|Easily Prepared, Edible Plants commonly found while Cruising
Redwood Sorrel (Oxalis oregana) carpets many dark forests, especially in Oregon. The leaves, which look like clover leaves, can be eaten raw and have a very strong tangy sour taste. As is often the case, this is because the plant contains oxalic acid, which can be potentially harmful if eaten in large quantity. Eaten in moderation, the plant doesn't represent a danger as many common garden plants also contain oxalic acid, including spinach, rhubarb, several members of the cabbage family, and many others.
Sea Plantain (Plantago maritima) also called Gooses Tongue. Its leaves are a lot more fleshy than the other plantains and older leaves can be somewhat tough. They are better when they're young. The salty flavor is interesting. Try steaming quickly with almonds or sesame oil for a side dish or on pasta.
Berries, especially Salmonberry (Rubus spectabilis) as the most representative berry bush of the coastal area. The berries are reminiscent of watery raspberries and are plentiful. Earlier in the year, the young green shoots can be peeled and eaten raw. They are quite good and tender when they're young but become too tough later on.
The blackberries, though commonly scorned for their invasiveness and impenetrability, do offer very tasty berries. The rounded leafed, Himalayan Blackberry (Rubus discolor) and
Evergreen Blackberry (Rubus laciniatus) with their deeply incised leaves can form dense thickets while Trailing Blackberry (Rubus ursinus) (right) is a little more subdued and offers slightly smaller berries. It is the only native blackberry.
Unripe Trailing Blackberry
Salal (Gaultheria shallon) is one of the tastiest of the native berries and grows abundantly in dense shrubs. The fleshy sepals forming the fruits can be a little weird-looking and make the berries quite fleshy, but still are very flavorful when ripe.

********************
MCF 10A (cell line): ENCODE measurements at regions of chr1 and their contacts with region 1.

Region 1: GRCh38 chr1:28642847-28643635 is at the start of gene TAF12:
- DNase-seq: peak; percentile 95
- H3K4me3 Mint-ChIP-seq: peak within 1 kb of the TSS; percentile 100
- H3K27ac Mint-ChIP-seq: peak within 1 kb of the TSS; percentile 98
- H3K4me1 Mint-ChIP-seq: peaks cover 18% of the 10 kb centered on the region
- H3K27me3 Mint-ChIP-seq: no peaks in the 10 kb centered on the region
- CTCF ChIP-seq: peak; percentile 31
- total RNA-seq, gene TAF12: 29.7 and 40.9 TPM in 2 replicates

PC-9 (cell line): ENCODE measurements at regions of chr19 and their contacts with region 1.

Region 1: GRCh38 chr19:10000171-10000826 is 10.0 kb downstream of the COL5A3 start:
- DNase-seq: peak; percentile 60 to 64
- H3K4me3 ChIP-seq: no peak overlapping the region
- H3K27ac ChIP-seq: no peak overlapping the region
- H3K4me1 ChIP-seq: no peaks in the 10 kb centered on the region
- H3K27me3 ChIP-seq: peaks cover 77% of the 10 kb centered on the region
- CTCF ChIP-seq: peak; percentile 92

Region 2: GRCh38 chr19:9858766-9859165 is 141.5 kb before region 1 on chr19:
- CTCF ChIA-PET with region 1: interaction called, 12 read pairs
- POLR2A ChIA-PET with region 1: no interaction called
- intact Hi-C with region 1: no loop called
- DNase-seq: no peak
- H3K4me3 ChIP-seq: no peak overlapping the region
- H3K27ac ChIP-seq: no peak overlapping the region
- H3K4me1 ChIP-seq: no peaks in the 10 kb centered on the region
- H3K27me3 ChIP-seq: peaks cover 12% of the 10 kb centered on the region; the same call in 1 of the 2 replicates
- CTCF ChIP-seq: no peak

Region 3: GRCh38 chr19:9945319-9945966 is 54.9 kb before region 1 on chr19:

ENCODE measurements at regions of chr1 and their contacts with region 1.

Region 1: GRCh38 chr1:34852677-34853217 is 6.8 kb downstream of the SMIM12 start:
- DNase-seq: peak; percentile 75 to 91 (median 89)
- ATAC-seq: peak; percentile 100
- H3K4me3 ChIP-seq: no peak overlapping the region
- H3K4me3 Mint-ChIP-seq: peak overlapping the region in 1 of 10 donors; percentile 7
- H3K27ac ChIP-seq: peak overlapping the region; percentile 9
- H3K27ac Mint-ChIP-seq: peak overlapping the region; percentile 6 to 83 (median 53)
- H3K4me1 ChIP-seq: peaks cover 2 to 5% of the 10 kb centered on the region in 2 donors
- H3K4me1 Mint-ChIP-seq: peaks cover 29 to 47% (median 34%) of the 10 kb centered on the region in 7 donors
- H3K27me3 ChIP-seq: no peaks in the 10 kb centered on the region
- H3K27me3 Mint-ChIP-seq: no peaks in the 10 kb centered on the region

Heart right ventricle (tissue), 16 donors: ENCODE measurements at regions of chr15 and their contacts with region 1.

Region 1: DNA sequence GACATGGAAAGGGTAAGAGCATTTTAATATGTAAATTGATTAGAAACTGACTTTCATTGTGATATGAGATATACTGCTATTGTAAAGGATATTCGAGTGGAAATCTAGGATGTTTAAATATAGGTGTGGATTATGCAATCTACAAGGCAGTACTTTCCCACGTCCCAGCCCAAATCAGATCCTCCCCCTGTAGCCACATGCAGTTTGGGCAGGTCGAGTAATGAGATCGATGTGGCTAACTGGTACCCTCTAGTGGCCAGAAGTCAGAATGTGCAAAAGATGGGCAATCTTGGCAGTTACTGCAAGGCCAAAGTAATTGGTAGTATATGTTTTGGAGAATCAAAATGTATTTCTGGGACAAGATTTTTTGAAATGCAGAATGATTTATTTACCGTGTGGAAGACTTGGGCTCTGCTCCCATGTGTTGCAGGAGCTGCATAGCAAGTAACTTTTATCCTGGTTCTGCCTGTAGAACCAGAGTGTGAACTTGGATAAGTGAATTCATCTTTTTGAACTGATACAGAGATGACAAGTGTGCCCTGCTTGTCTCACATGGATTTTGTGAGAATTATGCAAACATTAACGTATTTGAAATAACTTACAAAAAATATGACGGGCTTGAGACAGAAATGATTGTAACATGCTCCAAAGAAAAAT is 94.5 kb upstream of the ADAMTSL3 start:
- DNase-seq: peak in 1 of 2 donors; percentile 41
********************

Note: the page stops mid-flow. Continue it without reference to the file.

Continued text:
Another favorite is Evergreen Huckleberry (Vaccinium ovatum) which ripens later in the fall and can remain on the bushes until December.
The Red Huckleberry (Vaccinium parvifolium), ripen earlier and though small, are quite good too!
Pick several varieties of blueberries, especially in Alaska. Most abundant on the coast are the Oval-Leaved Blueberry (Baccinium ovalifolium) with its bluish bloom. It is often found with slightly smaller and darker Alaskan Blueberry (Vaccunium alaskaense) without a bloom.
Oval Leaved blueberry
The best and easiest of the seaweeds, Purple Laver or Nori (Porphyra spp) is edible raw and consists of simple blades only one or two cells thick and up to a meter wide, which are almost transparent. This plant is the tasty seaweed wrap used in sushi.
The Roth Nodding onion (Allium cernuum) which is in the lily family, has soft, grasslike leaves and a 1-2 ft., leafless flowering stalk rise from a bulb. The stem bends so that the pink flowers, borne in a cluster at the top, nod toward the ground. Gather bulbs which only have strong onion odor and use as domestic onions. Bulbs can be used raw, boiled, pickled or for seasoning. Their strong taste can be reduced by parboiling and discarding the water. Nodding Wild Onion
Sea Asparagus (Salicornia Virginica) is a small, salt tolerant plant that thrives across the shorelines, wetlands and salt marshes of North America. Known by a number of names –including samphire, pickleweed and sea asparagus — this nutrient-rich green vegetable adds a not-too-salty crunch when served cold, and is especially good pickled.
Edible Plant for Cruisers, FYC – Weideman 2016 Page